Copyright

Emotional Expression in Music Performances

Instructor: Sarah Porwoll-Lee
In this lesson, we will discuss strategies for teaching students how to sing or play an instrument expressively in a group, or independently. These strategies include musical and non-musical ways to encourage expressive performance.

The Importance of Musical Expression

Music students often have a more difficult time developing expressive performance skills than learning to play or sing correct notes and rhythms. Notes and rhythms are either right or wrong; expression is more subjective. While technique is important, it is really there to support expression. Imagine what your favorite song would sound like with no expression. If all music were at the same volume, played with the same emotion (or none!), and had no variation in tone, it would get pretty boring! How do we encourage music students to play or sing expressively?

Expressive Tools

We must first understand the techniques we use to show expression. Some important tools are tone, dynamics, articulation, and phrasing.

Tone is the quality of sound being produced. This varies by instrument or voice, but also by the performer's intention. Musicians may alter their tone to sound sweet, harsh, mellow, bright, or anything in between!

The term dynamics refers to volume in music. Music can happen at any volume - from barely audible to extremely loud! Musicians use words like forte (strong), piano (soft), crescendo (gradually become louder), and decrescendo (gradually become softer) to describe dynamics.

Articulation is the way we play or begin a note. For singers, pronunciation of words is the primary vehicle for articulation. Instrumentalists have different ways to articulate based on their instrument. Articulation can be the manner in which a pianist touches a key. Wind and brass players (instruments like clarinet, tuba, or flute) use the tongue and air, and string players (instruments like violin or cello) use either bows or their fingers. Additionally, there are directions in music to tell us the style in which to articulate. For instance, staccato (separated), legato (smooth), or accented (emphasize the note).

Trumpet: A Member of the Brass Instrument Family
null

These elements come together to form musical phrases. Phrasing is the way a line of music is shaped, including what notes are emphasized, and whether the line is smooth or angular. Phrasing in music is similar to sentence structure in speech.

How do we teach music students to use these tools to perform expressively?

Visual

One way to help students remember to play expressively is to add visual aids to their music. Different colored highlighters can emphasize various cues. Use a range of colors to make dynamics pop out on the page. Louder dynamics get brighter colors (forte = yellow); softer dynamics are darker (piano = blue). Descriptive words, accents, and other directions may also be highlighted.

Listening

Listening to expressive playing, whether in professional concerts, videos, recordings, or their music teacher, is an excellent way to help students understand what it means to play expressively! It can be helpful to play a musical phrase for the student twice, once with zero expression, and once with lots of expression. Have them tell you what they liked and disliked about each performance. This provides opportunities to hear expressive and non-expressive playing side-by-side, identifying what makes them different.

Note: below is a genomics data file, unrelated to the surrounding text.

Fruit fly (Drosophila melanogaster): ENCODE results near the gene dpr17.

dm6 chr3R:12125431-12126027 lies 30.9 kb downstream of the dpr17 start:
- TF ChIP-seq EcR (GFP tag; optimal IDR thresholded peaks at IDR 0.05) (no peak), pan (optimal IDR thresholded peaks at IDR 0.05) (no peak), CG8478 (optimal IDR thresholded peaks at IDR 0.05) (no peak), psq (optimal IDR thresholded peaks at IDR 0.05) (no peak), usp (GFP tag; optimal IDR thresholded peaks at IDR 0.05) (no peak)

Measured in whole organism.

Having a student record him or herself and listen back is another helpful tool. Ask the student to listen to his recording, observing ways he can improve expressively, and not focusing on that one wrong note he may have played! Concentrating on improvement instead of errors will motivate the student and boost his confidence. There is no such thing as a perfect performance, but a couple mistakes won't ruin it if they are expressive!

Student and Teacher in a Piano Lesson
null

Storytelling

Music is a key component of film. Music helps set the scene, tell the story, and communicate characters' emotions. Having a scene or story in mind when playing or singing is helpful for all musicians! Have students create a story or setting they feel the music portrays. Write it somewhere they will see it every time they practice or perform. This will give students a clear picture of the emotions their playing should express.

To unlock this lesson you must be a Study.com Member.
Create your account

Register to view this lesson

Are you a student or a teacher?

Unlock Your Education

See for yourself why 30 million people use Study.com

Become a Study.com member and start learning now.
Become a Member  Back
What teachers are saying about Study.com
Try it risk-free for 30 days

Earning College Credit

Did you know… We have over 200 college courses that prepare you to earn credit by exam that is accepted by over 1,500 colleges and universities. You can test out of the first two years of college and save thousands off your degree. Anyone can earn credit-by-exam regardless of age or education level.

To learn more, visit our Earning Credit Page

Transferring credit to the school of your choice

Not sure what college you want to attend yet? Study.com has thousands of articles about every imaginable degree, area of study and career path that can help you find the school that's right for you.

Create an account to start this course today
Try it risk-free for 30 days!
Create an account
Support